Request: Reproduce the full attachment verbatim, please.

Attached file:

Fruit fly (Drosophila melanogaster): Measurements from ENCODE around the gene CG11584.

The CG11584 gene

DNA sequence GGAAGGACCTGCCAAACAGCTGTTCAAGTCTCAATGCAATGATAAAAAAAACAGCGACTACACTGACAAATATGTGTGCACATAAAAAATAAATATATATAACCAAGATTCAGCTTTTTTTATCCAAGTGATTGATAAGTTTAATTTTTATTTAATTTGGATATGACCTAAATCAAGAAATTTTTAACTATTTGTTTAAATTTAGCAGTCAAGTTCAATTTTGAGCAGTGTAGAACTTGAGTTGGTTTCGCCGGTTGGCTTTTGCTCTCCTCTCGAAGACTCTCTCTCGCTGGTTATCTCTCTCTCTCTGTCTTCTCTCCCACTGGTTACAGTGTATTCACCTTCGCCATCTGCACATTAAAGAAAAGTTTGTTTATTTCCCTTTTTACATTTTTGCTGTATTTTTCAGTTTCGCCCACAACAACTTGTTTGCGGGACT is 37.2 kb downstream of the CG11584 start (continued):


Fruit fly (Drosophila melanogaster): Measurements from ENCODE around the gene CG11584.

The CG11584 gene

DNA sequence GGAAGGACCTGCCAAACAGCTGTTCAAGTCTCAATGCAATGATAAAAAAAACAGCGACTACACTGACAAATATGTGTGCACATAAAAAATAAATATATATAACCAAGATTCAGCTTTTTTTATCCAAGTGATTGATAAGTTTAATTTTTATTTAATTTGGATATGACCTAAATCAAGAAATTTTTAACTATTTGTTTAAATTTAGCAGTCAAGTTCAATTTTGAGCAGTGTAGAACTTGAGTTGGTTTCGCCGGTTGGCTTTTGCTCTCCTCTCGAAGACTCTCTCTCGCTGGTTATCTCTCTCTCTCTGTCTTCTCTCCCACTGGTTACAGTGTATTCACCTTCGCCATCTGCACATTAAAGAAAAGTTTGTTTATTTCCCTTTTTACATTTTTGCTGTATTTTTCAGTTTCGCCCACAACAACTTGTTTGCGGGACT is 37.2 kb downstream of the CG11584 start (continued):